Updated 

Letters | 4-7-14


Reader questions selective outrage

Why is it that when anyone wants to stop any change to this island all they have to do is point at the site in question and yell “It’s sacred,” and no other explanation is needed to grind things to a halt.

The superstitious scream that telescopes on Mauna Kea’s summit deface a revered mountain, ignoring the fact that this entire island is one mountain. The debate about change should focus on the consequences of what is done or not done for the land.

A good example is the massive landfills that we entomb our garbage in. This is hardly a reverential activity. Why aren’t those who proclaim their love of the aina railing against the tons of toxic waste being rammed into the earth?

It was the Environmental Protection Agency that condemned the use of gang cesspits and is forcing their removal, not the activists who claim they are the champions of Hawaiian land. Our municipal sewage system has been pumping partially treated effluent into the aquifer for more than a decade in defiance of the Clean Water Act. Where is the outrage? We defile the source of our own water supply under us as a matter of routine and people crusade against a cluster of small buildings 13,000 feet above them?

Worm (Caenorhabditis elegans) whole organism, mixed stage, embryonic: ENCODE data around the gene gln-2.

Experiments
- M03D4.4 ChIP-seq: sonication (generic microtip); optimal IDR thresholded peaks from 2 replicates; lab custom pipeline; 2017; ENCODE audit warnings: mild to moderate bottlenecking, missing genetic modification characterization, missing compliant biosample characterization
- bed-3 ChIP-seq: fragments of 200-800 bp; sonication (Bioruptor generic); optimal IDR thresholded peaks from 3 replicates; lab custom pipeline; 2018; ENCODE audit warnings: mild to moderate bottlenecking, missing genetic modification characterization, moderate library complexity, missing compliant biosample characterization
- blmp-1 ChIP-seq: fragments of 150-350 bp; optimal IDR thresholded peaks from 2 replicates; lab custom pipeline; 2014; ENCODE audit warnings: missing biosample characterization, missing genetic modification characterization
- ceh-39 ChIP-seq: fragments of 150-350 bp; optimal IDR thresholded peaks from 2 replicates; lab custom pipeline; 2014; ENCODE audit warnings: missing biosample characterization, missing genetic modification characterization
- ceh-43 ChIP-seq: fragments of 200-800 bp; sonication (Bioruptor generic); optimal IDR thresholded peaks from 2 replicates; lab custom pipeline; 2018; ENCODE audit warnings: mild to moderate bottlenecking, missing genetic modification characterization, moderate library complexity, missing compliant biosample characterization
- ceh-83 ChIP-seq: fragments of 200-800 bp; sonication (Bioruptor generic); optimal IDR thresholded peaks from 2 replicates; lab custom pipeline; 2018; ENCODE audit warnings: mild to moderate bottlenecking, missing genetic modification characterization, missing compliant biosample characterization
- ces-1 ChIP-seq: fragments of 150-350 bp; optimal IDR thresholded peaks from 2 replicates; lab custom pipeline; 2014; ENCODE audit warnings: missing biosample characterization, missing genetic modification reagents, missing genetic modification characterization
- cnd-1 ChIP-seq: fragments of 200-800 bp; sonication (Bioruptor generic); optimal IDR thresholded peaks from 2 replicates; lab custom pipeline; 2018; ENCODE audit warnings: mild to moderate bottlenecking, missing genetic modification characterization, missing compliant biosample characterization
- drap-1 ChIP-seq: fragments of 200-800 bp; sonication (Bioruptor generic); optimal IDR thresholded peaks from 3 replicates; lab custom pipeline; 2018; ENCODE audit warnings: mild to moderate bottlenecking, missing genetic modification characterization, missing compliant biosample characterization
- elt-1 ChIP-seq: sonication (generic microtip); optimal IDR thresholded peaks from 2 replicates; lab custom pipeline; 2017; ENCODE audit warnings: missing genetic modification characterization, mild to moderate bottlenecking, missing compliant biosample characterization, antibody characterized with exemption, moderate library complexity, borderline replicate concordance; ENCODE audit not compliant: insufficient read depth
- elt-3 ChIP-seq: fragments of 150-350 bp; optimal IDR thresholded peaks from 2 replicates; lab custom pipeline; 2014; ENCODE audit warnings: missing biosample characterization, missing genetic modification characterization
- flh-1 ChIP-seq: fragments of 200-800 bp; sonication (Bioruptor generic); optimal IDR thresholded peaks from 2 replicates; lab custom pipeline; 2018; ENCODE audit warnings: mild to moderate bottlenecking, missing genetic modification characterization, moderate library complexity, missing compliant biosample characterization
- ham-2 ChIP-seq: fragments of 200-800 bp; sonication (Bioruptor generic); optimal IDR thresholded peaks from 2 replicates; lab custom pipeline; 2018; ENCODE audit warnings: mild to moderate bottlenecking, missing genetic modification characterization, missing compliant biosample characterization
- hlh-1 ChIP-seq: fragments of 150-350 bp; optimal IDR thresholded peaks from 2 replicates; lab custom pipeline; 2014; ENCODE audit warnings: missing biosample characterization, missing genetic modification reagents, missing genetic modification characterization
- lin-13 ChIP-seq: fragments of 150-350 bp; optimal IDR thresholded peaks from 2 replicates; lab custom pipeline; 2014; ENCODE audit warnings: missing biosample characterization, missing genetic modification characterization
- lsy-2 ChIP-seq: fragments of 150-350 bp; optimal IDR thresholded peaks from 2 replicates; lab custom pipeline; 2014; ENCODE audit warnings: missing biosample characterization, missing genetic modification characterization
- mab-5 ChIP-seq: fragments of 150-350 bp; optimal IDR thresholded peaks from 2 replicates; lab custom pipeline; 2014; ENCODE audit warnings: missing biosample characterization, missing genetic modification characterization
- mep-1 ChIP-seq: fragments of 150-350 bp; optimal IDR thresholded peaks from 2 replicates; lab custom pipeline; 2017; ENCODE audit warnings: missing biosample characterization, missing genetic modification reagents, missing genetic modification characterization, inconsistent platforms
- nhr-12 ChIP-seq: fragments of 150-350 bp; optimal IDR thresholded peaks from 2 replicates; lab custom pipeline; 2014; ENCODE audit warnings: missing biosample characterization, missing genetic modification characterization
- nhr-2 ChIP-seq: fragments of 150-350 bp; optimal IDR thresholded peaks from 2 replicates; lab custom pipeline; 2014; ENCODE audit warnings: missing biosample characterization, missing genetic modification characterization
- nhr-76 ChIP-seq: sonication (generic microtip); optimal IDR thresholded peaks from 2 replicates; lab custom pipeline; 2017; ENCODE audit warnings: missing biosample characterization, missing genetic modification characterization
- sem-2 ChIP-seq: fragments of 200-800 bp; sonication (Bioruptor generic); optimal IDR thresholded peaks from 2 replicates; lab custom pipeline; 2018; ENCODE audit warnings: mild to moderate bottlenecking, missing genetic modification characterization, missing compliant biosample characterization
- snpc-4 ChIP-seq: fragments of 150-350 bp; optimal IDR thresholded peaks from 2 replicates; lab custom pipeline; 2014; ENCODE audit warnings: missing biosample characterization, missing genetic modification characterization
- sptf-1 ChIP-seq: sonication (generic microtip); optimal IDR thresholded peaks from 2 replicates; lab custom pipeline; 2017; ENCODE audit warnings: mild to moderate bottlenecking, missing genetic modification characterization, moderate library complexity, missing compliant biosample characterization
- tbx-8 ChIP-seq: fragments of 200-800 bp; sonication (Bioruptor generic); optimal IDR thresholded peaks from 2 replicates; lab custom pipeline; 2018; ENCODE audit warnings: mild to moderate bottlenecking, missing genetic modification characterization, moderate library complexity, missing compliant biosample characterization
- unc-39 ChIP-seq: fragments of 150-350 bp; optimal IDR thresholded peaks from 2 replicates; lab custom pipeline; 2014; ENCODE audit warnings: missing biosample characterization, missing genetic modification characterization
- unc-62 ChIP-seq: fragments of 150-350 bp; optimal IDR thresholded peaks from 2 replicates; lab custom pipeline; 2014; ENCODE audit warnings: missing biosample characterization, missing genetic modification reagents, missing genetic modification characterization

Drive the new Saddle Road and count all the cups, bottles, bags and other detritus people blithely eject out their windows as they traverse the highway. I have seen and reported illegal dump sites on both the east and west sides where whole neighborhoods toss out everything from household furniture and rubbish, to cars and appliances.

All garbage should be recycled, all cesspits should be illegal. Reclaimed water is essential to our very survival. Clean energy is the new god, not some arbitrary piece of real estate that has been turned into a fetish. Passive acceptance of the river of consumer goods pouring into Hawaii only to be turned into a mountain of waste is what must be condemned, not a state of the art, environmentally friendly industry like astronomy.

Brian Lievens

Holualoa